European shares drifted lower on Wednesday, while sterling battled back from a one-week low and regained its composure amid the drama of Britain formally triggering its exit process from the European Union.
The dollar and share prices tumbled on Monday, as investors worried that U.S. President Donald Trump's defeat over healthcare reform foreshadowed difficulties delivering other key campaign promises, in particular, fiscal stimulus.
The euro/U.S. dollar currency pair gained 0.542% in the last five trading days. The single currency is trading at 1.0805 as President Trump's healthcare bill faces strong opposition. The President has declared that if the bill is not approved on Friday he will leave Obamacare in place.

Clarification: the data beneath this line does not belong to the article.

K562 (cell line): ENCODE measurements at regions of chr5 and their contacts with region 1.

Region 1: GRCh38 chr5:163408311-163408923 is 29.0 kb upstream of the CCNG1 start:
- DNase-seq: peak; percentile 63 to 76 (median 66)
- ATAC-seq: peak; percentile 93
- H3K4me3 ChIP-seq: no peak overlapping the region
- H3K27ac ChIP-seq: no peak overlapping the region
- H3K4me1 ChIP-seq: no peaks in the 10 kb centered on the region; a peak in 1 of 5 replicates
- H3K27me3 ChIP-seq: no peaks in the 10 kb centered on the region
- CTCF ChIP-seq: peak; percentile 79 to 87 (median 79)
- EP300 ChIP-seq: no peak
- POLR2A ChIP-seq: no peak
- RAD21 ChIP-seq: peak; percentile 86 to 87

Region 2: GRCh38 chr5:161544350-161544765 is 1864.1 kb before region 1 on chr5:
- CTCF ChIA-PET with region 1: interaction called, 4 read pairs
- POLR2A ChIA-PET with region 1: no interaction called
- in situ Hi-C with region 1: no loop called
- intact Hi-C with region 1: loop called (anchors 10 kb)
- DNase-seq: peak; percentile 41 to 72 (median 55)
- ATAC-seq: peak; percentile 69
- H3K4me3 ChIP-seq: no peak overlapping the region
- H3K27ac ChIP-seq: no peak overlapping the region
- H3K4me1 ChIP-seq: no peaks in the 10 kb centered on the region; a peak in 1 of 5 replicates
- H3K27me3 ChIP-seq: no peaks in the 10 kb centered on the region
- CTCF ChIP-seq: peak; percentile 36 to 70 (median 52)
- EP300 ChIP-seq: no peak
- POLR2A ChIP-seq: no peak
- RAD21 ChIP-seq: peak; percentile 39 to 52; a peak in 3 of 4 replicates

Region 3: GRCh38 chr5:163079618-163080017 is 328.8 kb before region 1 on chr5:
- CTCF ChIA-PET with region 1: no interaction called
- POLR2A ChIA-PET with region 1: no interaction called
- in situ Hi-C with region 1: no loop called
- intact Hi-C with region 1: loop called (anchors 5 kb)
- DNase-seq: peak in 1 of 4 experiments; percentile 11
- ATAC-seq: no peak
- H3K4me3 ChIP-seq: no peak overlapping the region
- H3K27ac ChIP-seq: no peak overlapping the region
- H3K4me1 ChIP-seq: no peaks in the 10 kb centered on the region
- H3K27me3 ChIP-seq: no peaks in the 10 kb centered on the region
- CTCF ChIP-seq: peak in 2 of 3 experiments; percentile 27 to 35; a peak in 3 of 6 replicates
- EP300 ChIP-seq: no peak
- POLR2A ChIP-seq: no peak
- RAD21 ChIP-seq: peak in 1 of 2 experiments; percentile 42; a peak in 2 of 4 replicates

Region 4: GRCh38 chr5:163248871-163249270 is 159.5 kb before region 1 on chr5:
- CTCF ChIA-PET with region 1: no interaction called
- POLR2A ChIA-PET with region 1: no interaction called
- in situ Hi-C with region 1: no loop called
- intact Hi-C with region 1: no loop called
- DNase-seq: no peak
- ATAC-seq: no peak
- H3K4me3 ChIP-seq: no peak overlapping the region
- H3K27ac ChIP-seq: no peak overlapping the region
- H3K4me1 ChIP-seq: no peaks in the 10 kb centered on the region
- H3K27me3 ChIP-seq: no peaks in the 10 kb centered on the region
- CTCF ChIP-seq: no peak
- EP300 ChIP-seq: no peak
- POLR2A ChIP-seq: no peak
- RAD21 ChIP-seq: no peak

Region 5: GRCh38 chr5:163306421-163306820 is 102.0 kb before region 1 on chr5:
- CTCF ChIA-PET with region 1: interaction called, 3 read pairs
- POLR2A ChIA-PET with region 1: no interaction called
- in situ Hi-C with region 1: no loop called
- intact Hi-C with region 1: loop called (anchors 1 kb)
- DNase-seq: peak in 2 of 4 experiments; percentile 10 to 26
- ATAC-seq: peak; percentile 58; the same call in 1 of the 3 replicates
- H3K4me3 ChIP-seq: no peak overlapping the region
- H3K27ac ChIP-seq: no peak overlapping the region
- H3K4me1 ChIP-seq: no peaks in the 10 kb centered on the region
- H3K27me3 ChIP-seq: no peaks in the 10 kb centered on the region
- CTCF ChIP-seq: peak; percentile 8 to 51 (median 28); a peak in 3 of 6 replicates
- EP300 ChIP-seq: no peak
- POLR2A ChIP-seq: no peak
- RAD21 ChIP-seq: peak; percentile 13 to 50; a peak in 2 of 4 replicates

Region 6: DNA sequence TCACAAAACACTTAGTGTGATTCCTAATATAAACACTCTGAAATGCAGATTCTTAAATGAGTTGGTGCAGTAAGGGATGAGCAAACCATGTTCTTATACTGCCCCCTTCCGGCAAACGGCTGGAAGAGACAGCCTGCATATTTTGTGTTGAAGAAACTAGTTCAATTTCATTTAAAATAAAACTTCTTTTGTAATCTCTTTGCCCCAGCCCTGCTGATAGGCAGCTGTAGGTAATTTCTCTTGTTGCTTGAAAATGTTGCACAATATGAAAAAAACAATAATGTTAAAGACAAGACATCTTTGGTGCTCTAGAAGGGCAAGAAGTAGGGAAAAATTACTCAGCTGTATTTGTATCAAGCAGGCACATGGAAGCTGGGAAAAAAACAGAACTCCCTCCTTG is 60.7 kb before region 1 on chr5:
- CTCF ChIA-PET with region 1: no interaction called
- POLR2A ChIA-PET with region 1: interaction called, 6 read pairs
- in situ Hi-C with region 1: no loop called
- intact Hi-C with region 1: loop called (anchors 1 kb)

The renewed protectionism concerns and Trump jitters have triggered risk aversion this week consequently attracting investors to safe-haven assets. In times of unease, gold remains a trader’s best friend and such was displayed on Thursday when the metal punched above $1,253 per ounce.
For the first time in over five months, U.S. stock indices suffered losses of one percent or more in a single session. Some said it was the end of the so called “Trumpflation” trade, some blamed crude oil and others cited a combination of these and other factors. Whatever the reason, it was a sizeable move. The signs were all there. Safe haven gold and Japanese yen had been rising since December.